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Published September 06, 2011, 08:56 PM

Devils Lake City Commission Votes to Deny Tolna Coulee Land Sale to State

DEVILS LAKE (WDAZ-TV) - The Devils Lake City Commission voted unanimously Tuesday night to reject the state of North Dakota's offer to buy city land at the Tolna Coulee.

DEVILS LAKE (WDAZ-TV) - The Devils Lake City Commission voted unanimously Tuesday night to reject the state of North Dakota's offer to buy city land at the Tolna Coulee.

The state needs the land to build a control structure that would protect downstream communities from an uncontrolled water release out of Devils Lake.

Last week, state officials said they would take the land through eminent domain if the city didn't give it up.

Many city commission members say they will not stop fighting to protect the people they serve.

"Our goal has been to get water off the lake. That has been the huge issue and this control structure will not do that," Devils Lake mayor Dick Johnson said.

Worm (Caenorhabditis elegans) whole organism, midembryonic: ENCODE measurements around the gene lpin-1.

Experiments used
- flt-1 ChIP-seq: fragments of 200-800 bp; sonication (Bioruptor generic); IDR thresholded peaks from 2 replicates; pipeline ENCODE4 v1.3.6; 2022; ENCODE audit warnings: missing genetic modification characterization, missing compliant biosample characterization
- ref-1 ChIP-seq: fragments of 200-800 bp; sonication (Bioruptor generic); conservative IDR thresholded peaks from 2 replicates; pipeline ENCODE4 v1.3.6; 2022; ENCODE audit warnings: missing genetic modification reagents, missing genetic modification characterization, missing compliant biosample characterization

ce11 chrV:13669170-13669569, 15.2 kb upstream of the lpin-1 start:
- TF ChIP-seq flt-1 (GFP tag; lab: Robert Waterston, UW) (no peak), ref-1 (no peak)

And some city officials wanted to give downstream interests a heads up.

"Our water's coming their way whether this control structure is built or not. Big amounts of water are coming down the Sheyenne," commissioner Craig Stromme said.

Now that the city has rejected the offer, it goes back to the state.

"I think the next step is the state's and then what the city does will depend on which steps the state takes," city attorney Tom Traynor said.

Last week state officials warned Devils Lake city officials that if they did not give up city-owned land required to build a control structure at the Tolna Coulee, the state would take it through eminent domain.

And while the future is unclear, Devils Lake city officials continue to say that the first priority is to get water off of the lake, not to hold it back.

"I think this is just the beginning, beginning of the end maybe, of where we're going to be going. But hopefully they are going to be sensitive to our concerns and say 'lets work with them, lets get those outlets going,'" Johnson said.

The state has the ability to take the land through a "quick take" process, which the city has up to 30 days to appeal.

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